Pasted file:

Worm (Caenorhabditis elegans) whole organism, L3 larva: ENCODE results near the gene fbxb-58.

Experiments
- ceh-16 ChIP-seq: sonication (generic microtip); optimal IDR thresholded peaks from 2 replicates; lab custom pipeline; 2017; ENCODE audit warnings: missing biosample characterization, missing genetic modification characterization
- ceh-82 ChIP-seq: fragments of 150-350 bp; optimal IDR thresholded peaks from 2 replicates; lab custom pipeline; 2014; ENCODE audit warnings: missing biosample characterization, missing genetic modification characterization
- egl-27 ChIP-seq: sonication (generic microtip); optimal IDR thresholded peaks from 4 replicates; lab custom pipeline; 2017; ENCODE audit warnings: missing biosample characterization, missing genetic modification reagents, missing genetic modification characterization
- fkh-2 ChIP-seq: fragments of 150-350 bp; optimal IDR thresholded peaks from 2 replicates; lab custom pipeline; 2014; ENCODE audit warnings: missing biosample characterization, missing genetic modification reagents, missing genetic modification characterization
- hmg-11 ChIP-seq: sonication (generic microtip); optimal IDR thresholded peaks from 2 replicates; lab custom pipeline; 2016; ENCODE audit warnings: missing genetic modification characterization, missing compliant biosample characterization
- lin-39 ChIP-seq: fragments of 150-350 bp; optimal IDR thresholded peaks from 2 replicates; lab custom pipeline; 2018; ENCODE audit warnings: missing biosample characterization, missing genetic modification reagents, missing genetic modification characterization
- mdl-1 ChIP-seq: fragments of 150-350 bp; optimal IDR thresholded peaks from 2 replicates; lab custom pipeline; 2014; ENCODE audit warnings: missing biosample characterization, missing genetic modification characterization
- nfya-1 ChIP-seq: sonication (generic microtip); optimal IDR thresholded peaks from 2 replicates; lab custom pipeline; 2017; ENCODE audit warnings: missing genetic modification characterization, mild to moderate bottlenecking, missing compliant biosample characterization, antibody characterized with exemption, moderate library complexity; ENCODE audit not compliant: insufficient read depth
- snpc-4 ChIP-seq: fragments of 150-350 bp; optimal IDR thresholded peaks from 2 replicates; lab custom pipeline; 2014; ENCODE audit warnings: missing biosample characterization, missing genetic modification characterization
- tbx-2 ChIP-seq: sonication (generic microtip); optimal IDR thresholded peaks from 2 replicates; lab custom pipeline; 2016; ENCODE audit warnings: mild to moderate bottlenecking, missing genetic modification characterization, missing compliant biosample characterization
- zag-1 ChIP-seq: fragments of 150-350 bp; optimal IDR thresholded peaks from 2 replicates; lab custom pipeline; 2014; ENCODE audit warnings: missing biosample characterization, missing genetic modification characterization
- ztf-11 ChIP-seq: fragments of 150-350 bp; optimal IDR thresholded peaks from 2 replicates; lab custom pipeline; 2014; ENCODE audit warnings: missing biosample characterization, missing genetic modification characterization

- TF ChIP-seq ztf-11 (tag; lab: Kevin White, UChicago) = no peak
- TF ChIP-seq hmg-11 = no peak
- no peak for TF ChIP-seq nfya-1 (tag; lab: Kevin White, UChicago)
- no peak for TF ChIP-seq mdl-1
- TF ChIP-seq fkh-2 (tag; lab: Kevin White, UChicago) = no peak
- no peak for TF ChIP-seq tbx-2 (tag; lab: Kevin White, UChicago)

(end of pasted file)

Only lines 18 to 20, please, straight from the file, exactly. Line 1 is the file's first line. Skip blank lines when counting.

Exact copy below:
- no peak for TF ChIP-seq mdl-1
- TF ChIP-seq fkh-2 (tag; lab: Kevin White, UChicago) = no peak
- no peak for TF ChIP-seq tbx-2 (tag; lab: Kevin White, UChicago)